Earth. Even the word sounded strange to me now... unfamiliar. How long had I been gone? How long had I been back? Did it matter? I tried to find the rhythm of the world where I used to live. I followed the current. I was silent, attentive, I made a conscious effort to smile, nod, stand, and perform the millions of gestures that constitute life on earth. I studied these gestures until they became reflexes again. But I was haunted by the idea that I remembered her wrong, and somehow I was wrong about everything.

Staying honest and in love in the social network orgy

“And so the reddit orgy begins … self-fulfilling prophecy much?” a redditor recently commented on one of my blog posts, in which I was exploring how we consume information on the web in much the same way as we consume goods in RL. I suspect that he or she had caught onto the fact that I was in the process of submitting several of my other articles to various subreddits, and they were referring to how (by undertaking such mass-submission) I was falling into the exact routine that I was criticising.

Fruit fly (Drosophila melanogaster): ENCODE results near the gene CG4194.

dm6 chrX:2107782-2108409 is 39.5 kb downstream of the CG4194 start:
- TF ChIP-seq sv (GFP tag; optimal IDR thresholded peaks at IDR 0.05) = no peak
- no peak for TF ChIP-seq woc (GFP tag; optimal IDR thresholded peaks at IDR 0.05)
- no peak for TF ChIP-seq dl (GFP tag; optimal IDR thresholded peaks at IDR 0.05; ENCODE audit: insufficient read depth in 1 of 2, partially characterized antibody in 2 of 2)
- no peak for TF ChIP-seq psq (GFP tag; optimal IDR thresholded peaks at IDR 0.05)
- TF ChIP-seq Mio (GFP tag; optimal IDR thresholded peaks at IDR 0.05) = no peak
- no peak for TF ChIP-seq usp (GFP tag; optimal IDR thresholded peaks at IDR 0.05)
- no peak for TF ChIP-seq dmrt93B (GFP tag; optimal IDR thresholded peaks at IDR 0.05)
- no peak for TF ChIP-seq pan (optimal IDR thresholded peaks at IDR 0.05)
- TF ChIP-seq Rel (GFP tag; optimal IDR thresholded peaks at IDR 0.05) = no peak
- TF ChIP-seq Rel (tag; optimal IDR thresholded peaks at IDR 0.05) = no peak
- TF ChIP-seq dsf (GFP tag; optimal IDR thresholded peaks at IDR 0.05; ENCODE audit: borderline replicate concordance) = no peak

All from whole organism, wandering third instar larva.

Do we really want our Significant Other to be less gender-typical?

Most of us have probably had to listen to friends of the opposite sex tell us that we should behave less gender-stereotypical. For instance, if we’re a guy, we’ve probably had women tell us that we should cry more; and I’m guessing more than a few women have heard guys tell them that they should be more assertive. However, I suspect that the first thought that comes to all of our minds at that point for both sexes is ‘No - you really don’t.’ Women will often ask men – ‘Be more in touch with your emotions; be more expressive.’ However, at risk of casting some enormous and erroneous generalizations, I believe there are few moments that a man is more ‘in touch with his emotions’ than when he is competing against another man – which is not always a pleasant sight.